NPP Rep. Charbonier received $100,000 from kickback scheme, according to federal indictment
Conservative legislator who once chaired House Ethics Committee allegedly tried to hide evidence by deleting messages, call logs
By Pedro Correa Henry
Special to The Star
A federal grand jury in the District of Puerto Rico on Monday pressed 13 charges against New Progressive Party (NPP) Rep. María Milagros Charbonier Laureano, her husband Orlando Montes, her son Orlando Gabriel Montes Charbonier and her assistant Frances Acevedo Ceballos for alleged involvement in conspiracy; theft, bribery, and kickbacks concerning programs receiving federal funds; and honest services wire fraud.
As they were arrested by Federal Bureau of Investigation (FBI) agents on Monday morning, an indictment handed down by the U.S. District Court for the District of Puerto Rico on Aug. 7 indicated that, since early 2017, Charbonier Laureano designed a scheme in which she inflated Acevedo Ceballos’ salary from $800 to $2,100 biweekly, which later increased to $2,900 in September 2019, in exchange for valuable items that were “requested and approved in a corrupt manner.” According to U.S. District Attorney for the District of Puerto Rico Stephen Muldrow, from each inflated check Acevedo Ceballos received from Charbonier Laureano, the assistant agreed to keep part of it while she paid from $1,000 to $1,500 to Charbonier Laureano’s family. Furthermore, the district attorney said that, until July of this year, the NPP lawmaker stole at least $100,000 through the illicit venture.
“The defendants used a variety of means to transfer the kickbacks from Acevedo to Charbonier and her family, including the following: Acevedo Ceballos gave the money in cash to Montes, Montes Charbonier and other people involved with Charbonier; sometimes, she transferred the kickbacks in $500 increments to Montes or to Montes Charbonier using [mobile phone app] ATH Móvil,” Muldrow said. “Sometimes, Acevedo left cash kickbacks in a determined place such as Charbonier’s purse or in a car glove compartment for Charbonier to collect.”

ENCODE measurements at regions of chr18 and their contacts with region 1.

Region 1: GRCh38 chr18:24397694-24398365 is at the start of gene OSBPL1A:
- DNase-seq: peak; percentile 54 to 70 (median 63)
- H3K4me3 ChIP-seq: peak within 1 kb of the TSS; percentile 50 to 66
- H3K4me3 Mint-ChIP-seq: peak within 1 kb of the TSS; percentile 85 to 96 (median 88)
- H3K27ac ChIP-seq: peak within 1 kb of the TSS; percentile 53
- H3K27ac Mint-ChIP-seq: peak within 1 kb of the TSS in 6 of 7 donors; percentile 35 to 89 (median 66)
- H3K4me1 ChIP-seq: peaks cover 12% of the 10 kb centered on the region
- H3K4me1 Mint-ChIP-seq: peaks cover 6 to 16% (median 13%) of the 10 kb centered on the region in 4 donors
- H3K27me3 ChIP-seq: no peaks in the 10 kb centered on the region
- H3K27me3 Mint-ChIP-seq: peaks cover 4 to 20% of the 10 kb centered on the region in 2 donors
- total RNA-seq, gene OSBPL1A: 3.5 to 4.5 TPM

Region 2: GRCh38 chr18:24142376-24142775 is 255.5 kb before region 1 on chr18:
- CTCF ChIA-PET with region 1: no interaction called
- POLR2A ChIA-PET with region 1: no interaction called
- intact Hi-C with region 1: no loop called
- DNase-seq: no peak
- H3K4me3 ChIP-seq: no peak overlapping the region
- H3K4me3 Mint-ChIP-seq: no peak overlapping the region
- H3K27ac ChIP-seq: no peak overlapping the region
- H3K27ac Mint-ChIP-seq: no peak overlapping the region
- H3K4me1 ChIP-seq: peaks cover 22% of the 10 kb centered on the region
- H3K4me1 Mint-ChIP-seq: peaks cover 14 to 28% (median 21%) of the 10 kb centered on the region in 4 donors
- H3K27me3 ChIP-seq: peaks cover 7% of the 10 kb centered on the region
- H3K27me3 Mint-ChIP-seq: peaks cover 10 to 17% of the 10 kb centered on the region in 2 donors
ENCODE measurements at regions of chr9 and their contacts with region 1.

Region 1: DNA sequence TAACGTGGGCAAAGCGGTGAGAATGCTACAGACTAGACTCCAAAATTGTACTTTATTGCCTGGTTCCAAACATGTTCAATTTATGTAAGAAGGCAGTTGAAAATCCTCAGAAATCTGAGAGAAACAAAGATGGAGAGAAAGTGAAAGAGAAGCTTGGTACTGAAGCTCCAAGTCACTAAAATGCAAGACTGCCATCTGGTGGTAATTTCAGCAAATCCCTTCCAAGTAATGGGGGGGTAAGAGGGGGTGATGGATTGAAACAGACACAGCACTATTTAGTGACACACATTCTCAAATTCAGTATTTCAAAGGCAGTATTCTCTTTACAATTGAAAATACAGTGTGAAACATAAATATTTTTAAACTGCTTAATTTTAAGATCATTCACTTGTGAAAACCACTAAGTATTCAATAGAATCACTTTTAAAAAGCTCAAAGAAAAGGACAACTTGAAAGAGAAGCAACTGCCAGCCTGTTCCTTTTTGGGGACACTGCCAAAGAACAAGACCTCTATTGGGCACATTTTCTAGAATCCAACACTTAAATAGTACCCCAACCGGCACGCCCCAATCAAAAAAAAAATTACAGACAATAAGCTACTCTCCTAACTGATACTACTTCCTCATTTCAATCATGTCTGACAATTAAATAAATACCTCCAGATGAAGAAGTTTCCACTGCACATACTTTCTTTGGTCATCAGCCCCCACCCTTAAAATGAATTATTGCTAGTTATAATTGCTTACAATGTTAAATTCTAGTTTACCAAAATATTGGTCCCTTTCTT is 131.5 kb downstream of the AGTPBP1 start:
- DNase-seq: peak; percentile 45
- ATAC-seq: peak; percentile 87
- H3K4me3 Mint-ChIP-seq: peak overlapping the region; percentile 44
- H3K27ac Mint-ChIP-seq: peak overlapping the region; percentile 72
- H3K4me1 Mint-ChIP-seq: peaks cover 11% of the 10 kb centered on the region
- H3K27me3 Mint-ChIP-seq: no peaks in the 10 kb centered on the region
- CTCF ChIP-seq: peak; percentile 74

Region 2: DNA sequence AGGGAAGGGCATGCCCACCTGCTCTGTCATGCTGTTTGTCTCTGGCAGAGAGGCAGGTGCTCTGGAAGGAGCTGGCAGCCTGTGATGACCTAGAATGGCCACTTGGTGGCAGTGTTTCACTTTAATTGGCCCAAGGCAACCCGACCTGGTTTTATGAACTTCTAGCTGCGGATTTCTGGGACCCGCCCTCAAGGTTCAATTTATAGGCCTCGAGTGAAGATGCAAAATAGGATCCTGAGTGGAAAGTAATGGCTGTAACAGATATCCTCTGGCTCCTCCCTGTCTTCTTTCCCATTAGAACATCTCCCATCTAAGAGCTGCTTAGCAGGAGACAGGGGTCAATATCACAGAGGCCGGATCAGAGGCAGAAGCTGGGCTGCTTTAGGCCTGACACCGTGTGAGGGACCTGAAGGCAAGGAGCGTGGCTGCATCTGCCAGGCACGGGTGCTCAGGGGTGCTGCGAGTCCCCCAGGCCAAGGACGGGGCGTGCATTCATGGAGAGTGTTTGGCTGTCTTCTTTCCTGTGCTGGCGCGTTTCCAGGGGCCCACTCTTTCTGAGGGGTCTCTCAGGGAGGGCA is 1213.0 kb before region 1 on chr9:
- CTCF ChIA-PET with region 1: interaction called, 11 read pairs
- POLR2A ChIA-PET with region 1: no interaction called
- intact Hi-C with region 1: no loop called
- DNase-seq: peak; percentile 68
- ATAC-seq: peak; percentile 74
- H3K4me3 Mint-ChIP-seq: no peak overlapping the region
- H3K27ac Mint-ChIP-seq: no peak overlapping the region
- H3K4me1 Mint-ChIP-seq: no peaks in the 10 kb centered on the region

Muldrow said further that Charbonier and her family deleted call logs, text messages, and WhatsApp messages from their phones after they allegedly knew that the FBI had them under investigation, even though the lawmaker told members of the press that she was not. When asked if the arrests were put on hold due to the just-completed primary elections, in which Charbonier placed last after receiving the fewest votes in the NPP representatives-at-large contest, Muldrow said that in no way was the timing of her arrest meant to influence the results of the electoral event held over the past two Sundays.
“I want to be clear on this: we have not done anything to influence the [primary] elections incorrectly,” Muldrow said. “Without a doubt, we have to make the cases when they are ready to charge. We are very clear about that.”
“We have taken caution, in this case, to wait for the primaries [to end],” he added. “But the truth is that we have to do our job; that is why we waited to arrest her today [Monday].”
House speaker requests Charbonier’s resignation
House Speaker Carlos “Johnny” Méndez Nuñez, meanwhile, through written declarations requested Charbonier Laureano’s resignation amid the accusations. Méndez said that, as a precautionary measure, he “made the choice to separate the Representative from the Legal Committee leadership.”
“Although I recognize that the Representative has the right to the presumption of innocence until it is proven otherwise in a court of law, I am requesting her immediate resignation from the seat [committee chairwoman] she was elected to in 2016,” Méndez said.
During the day, Charbonier pleaded “not guilty” before Judge Bruce McGiverin to all charges related to the $100,000 kickback scheme. Bail was set at $25,000.